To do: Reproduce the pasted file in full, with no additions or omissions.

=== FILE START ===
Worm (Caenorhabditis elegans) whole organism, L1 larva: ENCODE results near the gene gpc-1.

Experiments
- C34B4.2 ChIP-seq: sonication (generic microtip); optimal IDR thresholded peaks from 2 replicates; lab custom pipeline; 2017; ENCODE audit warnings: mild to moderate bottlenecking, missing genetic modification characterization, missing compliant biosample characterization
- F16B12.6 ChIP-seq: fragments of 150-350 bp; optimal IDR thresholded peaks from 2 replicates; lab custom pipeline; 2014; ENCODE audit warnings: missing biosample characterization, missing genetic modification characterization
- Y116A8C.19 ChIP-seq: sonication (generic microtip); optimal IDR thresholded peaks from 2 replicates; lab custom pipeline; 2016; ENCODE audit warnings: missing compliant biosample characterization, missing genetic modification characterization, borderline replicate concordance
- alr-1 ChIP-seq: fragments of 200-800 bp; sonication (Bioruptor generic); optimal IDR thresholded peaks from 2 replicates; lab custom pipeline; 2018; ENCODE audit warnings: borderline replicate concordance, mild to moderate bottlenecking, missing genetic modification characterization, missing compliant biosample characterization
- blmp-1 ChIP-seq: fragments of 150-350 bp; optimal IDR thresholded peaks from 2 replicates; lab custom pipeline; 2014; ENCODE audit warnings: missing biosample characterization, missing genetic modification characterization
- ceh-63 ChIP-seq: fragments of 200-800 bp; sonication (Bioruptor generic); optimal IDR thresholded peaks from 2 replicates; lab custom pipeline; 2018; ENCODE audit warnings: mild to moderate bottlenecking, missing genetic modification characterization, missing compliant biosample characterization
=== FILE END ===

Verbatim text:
Worm (Caenorhabditis elegans) whole organism, L1 larva: ENCODE results near the gene gpc-1.

Experiments
- C34B4.2 ChIP-seq: sonication (generic microtip); optimal IDR thresholded peaks from 2 replicates; lab custom pipeline; 2017; ENCODE audit warnings: mild to moderate bottlenecking, missing genetic modification characterization, missing compliant biosample characterization
- F16B12.6 ChIP-seq: fragments of 150-350 bp; optimal IDR thresholded peaks from 2 replicates; lab custom pipeline; 2014; ENCODE audit warnings: missing biosample characterization, missing genetic modification characterization
- Y116A8C.19 ChIP-seq: sonication (generic microtip); optimal IDR thresholded peaks from 2 replicates; lab custom pipeline; 2016; ENCODE audit warnings: missing compliant biosample characterization, missing genetic modification characterization, borderline replicate concordance
- alr-1 ChIP-seq: fragments of 200-800 bp; sonication (Bioruptor generic); optimal IDR thresholded peaks from 2 replicates; lab custom pipeline; 2018; ENCODE audit warnings: borderline replicate concordance, mild to moderate bottlenecking, missing genetic modification characterization, missing compliant biosample characterization
- blmp-1 ChIP-seq: fragments of 150-350 bp; optimal IDR thresholded peaks from 2 replicates; lab custom pipeline; 2014; ENCODE audit warnings: missing biosample characterization, missing genetic modification characterization
- ceh-63 ChIP-seq: fragments of 200-800 bp; sonication (Bioruptor generic); optimal IDR thresholded peaks from 2 replicates; lab custom pipeline; 2018; ENCODE audit warnings: mild to moderate bottlenecking, missing genetic modification characterization, missing compliant biosample characterization